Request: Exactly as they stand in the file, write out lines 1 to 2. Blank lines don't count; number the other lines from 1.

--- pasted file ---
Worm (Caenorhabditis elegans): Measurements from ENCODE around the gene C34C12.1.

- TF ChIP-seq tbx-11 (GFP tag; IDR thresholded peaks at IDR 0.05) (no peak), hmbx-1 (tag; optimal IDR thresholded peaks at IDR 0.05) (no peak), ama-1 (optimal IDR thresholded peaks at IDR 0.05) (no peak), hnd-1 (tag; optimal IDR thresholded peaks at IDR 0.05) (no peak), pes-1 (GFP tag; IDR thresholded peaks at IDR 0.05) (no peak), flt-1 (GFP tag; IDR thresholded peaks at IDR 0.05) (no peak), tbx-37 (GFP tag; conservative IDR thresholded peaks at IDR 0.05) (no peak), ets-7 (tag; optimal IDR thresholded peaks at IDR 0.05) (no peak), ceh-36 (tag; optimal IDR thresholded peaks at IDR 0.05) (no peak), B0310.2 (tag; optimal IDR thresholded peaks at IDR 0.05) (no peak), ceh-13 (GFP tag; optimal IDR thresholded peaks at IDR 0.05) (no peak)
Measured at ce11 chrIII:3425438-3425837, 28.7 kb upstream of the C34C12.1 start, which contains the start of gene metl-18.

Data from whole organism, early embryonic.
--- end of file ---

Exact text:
Worm (Caenorhabditis elegans): Measurements from ENCODE around the gene C34C12.1.

- TF ChIP-seq tbx-11 (GFP tag; IDR thresholded peaks at IDR 0.05) (no peak), hmbx-1 (tag; optimal IDR thresholded peaks at IDR 0.05) (no peak), ama-1 (optimal IDR thresholded peaks at IDR 0.05) (no peak), hnd-1 (tag; optimal IDR thresholded peaks at IDR 0.05) (no peak), pes-1 (GFP tag; IDR thresholded peaks at IDR 0.05) (no peak), flt-1 (GFP tag; IDR thresholded peaks at IDR 0.05) (no peak), tbx-37 (GFP tag; conservative IDR thresholded peaks at IDR 0.05) (no peak), ets-7 (tag; optimal IDR thresholded peaks at IDR 0.05) (no peak), ceh-36 (tag; optimal IDR thresholded peaks at IDR 0.05) (no peak), B0310.2 (tag; optimal IDR thresholded peaks at IDR 0.05) (no peak), ceh-13 (GFP tag; optimal IDR thresholded peaks at IDR 0.05) (no peak)